FIRST SECTION

CASE OF MALINOVSKIY v. RUSSIA

(Application no. 41302/02)

JUDGMENT

STRASBOURG

7 July 2005

FINAL

07/10/2005

This judgment will become final in the circumstances set out in Article 44 § 2 of the Convention. It may be subject to editorial revision

 

In the case of Malinovskiy v. Russia,

The European Court of Human Rights (First Section), sitting as a Chamber composed of:

Mr C.L. Rozakis, President
 Mrs S. Botoucharova
 Mr A. Kovler
 Mrs E. Steiner
 Mr K. Hajiyev
 Mr D. Spielmann, 
 Mr S.E. Jebens, judges
and Mr S. Quesada, Deputy Section Registrar,

Having deliberated in private on 16 June 2005,

Delivers the following judgment, which was adopted on that date:

PROCEDURE

1.  The case originated in an application (no. 41302/02) against the Russian Federation lodged with the Court under Article 34 of the Convention for the Protection of Human Rights and Fundamental Freedoms (“the Convention”) by a Russian national, Mr Igor Mikhailovich Malinovskiy (“the applicant”) on 20 October 2002.

2.  The Russian Government (“the Government”) were represented by Mr P. Laptev, Representative of the Russian Federation at the European Court of Human Rights.

3.  On 13 May 2003 the Court decided to communicate the application to the Government. Under the provisions of Article 29 § 3 of the Convention, it decided to examine the merits of the application at the same time as its admissibility.

THE FACTS

I.  THE CIRCUMSTANCES OF THE CASE

4.  The applicant was born in 1962 and lives in Staryy Oskol, Belgorod Region.

5.  In 1986 the applicant was engaged in emergency operations at the site of the Chernobyl nuclear plant disaster. The applicant’s entitlement to certain State benefits is linked to the category of disability assigned to him as a result of the deterioration in his health arising from that event.

6.  In 1999 the applicant applied for free accommodation from the State. His housing conditions were recognised as substandard and he was placed on a waiting list.

7.  In 2001 the applicant brought proceedings against the Belgorod Regional Administration, contesting its failure to make accommodation available to him within three months of placing him on a waiting list.

8.  On 10 December 2001 the Starooskolskiy Town Court of the Belgorod Region ruled in the applicant’s favour. It referred to the Law On Social Protection of Citizens Exposed to Radiation as a Result of the Chernobyl Nuclear Power Station Explosion, noted that the applicant's accommodation was substandard and ordered the Belgorod Regional Administration to provide the applicant with a flat “in accordance with the applicable standard conditions and with the order of precedence on the waiting list”. This judgment was not appealed against, and enforcement proceedings were instituted on 6 February 2002.

9.  On 28 June 2002 the bailiffs’ service informed the applicant about a lack of progress in the enforcement proceedings, due to an insufficient number of flats allocated to the waiting list. It advised the applicant to apply to the Starooskolskiy Town Court for replacement of the in-kind award, conferred by the judgment of 10 December 2001, with an equivalent amount of money.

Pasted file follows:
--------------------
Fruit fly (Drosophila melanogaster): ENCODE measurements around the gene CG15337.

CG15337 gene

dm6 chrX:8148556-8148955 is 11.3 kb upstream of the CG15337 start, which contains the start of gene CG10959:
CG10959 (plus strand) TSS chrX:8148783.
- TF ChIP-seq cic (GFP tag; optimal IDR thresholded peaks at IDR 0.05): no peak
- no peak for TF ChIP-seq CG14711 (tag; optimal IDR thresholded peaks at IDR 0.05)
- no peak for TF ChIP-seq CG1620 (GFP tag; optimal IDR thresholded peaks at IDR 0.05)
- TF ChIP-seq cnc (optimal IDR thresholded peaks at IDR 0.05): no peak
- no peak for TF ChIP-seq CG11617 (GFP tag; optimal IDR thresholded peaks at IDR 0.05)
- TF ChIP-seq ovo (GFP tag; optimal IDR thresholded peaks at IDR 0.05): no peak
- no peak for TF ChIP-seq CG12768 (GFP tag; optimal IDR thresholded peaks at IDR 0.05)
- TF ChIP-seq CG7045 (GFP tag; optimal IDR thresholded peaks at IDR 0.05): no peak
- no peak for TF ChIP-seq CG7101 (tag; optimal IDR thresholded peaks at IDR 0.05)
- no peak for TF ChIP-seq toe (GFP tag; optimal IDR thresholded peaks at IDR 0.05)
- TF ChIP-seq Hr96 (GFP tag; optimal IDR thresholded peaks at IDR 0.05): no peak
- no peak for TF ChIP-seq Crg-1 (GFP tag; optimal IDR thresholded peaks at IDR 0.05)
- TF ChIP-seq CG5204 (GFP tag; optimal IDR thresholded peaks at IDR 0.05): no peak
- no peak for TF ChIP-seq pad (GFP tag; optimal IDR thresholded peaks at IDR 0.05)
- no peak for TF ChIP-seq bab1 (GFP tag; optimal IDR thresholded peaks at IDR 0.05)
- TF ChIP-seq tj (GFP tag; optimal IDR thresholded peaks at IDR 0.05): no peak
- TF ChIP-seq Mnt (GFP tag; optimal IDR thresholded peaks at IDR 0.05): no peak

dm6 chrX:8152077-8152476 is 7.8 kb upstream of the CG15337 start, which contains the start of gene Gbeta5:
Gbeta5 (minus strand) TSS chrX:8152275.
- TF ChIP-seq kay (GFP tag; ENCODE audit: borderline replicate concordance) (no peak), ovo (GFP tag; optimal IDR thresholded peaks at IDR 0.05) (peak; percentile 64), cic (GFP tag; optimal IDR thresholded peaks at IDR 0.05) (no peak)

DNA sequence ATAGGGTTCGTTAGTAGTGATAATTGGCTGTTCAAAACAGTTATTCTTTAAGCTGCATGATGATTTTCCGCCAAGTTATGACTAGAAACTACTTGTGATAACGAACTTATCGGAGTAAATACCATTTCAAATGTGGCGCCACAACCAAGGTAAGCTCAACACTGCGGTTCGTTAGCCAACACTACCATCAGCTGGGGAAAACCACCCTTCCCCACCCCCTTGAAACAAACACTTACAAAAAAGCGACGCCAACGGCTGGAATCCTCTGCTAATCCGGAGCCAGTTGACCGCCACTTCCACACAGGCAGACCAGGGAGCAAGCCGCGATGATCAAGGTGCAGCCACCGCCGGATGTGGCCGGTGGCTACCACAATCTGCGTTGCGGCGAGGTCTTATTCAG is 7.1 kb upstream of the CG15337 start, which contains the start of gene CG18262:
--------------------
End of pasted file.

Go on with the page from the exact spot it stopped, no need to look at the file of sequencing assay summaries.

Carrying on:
10.  On 9 October 2002 the bailiffs’ service informed the applicant that it had sought instructions from the Starooskolskiy Town Court concerning enforcement of the judgment of 10 December 2001. In particular, it asked that a time-limit be imposed, within which the authorities were to provide the applicant with a flat.

11.  On 2 December 2002 the Oktyabrskiy District Court of Belgorod examined the applicant’s complaint about the failure of the bailiffs’ service to enforce the judgment of 10 December 2001. It found no fault on the part of the service because the judgment had not included a time-limit for enforcement.

12.  On 31 July 2003 the Presidium of the Belgorod Regional Court conducted supervisory review of the judgment of 10 December 2001. It held that the statutory time-limit of three months was applicable and not amenable to further extensions. It removed the condition that the flat was to be provided in accordance with the order of precedence on the waiting list and upheld the remainder of the judgment.

13.   The applicant was still waiting for accommodation in March 2004.

14.  According to the applicant, on 5 March 2004 a group of five people, including the applicant, began a hunger strike to protest against the poor level of welfare protection provided for the Chernobyl victims. The mayor of Staryy Oskol launched a public call for donations in support of the protestors and collected the amount necessary to provide all of them with housing. The applicant submitted a statement signed by four other protesters in support of his version of events.

15.  According to the Government, on 2 July 2004 the mayor of Staryy Oskol decided, pursuant to the judgment of 10 December 2001, to provide the applicant with a flat measuring 86.39 m², valued at 834,960 Russian roubles.

16.  On 8 July 2004 the applicant received from the mayor an occupancy voucher in respect of the flat assigned to him. He found the flat satisfactory.